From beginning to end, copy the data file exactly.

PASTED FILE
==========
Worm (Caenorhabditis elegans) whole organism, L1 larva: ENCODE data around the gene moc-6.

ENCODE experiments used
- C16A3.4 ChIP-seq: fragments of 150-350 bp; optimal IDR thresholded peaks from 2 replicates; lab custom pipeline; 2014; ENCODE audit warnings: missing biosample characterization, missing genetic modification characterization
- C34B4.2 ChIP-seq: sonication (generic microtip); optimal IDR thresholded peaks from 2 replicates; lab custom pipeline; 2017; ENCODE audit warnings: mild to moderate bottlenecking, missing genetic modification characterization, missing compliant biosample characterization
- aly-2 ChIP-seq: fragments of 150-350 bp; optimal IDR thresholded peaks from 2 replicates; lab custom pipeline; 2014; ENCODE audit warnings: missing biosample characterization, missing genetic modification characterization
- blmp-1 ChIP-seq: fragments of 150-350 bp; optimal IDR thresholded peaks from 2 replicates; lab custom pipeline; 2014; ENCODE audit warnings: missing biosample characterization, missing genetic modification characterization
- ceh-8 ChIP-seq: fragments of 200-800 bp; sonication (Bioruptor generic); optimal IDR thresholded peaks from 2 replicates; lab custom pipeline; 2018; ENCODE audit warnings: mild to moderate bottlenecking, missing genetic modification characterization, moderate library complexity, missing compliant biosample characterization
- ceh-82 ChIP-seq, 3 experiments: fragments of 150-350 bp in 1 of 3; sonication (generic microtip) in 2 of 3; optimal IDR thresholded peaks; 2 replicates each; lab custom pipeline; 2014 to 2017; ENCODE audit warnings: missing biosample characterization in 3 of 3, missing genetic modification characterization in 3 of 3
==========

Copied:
Worm (Caenorhabditis elegans) whole organism, L1 larva: ENCODE data around the gene moc-6.

ENCODE experiments used
- C16A3.4 ChIP-seq: fragments of 150-350 bp; optimal IDR thresholded peaks from 2 replicates; lab custom pipeline; 2014; ENCODE audit warnings: missing biosample characterization, missing genetic modification characterization
- C34B4.2 ChIP-seq: sonication (generic microtip); optimal IDR thresholded peaks from 2 replicates; lab custom pipeline; 2017; ENCODE audit warnings: mild to moderate bottlenecking, missing genetic modification characterization, missing compliant biosample characterization
- aly-2 ChIP-seq: fragments of 150-350 bp; optimal IDR thresholded peaks from 2 replicates; lab custom pipeline; 2014; ENCODE audit warnings: missing biosample characterization, missing genetic modification characterization
- blmp-1 ChIP-seq: fragments of 150-350 bp; optimal IDR thresholded peaks from 2 replicates; lab custom pipeline; 2014; ENCODE audit warnings: missing biosample characterization, missing genetic modification characterization
- ceh-8 ChIP-seq: fragments of 200-800 bp; sonication (Bioruptor generic); optimal IDR thresholded peaks from 2 replicates; lab custom pipeline; 2018; ENCODE audit warnings: mild to moderate bottlenecking, missing genetic modification characterization, moderate library complexity, missing compliant biosample characterization
- ceh-82 ChIP-seq, 3 experiments: fragments of 150-350 bp in 1 of 3; sonication (generic microtip) in 2 of 3; optimal IDR thresholded peaks; 2 replicates each; lab custom pipeline; 2014 to 2017; ENCODE audit warnings: missing biosample characterization in 3 of 3, missing genetic modification characterization in 3 of 3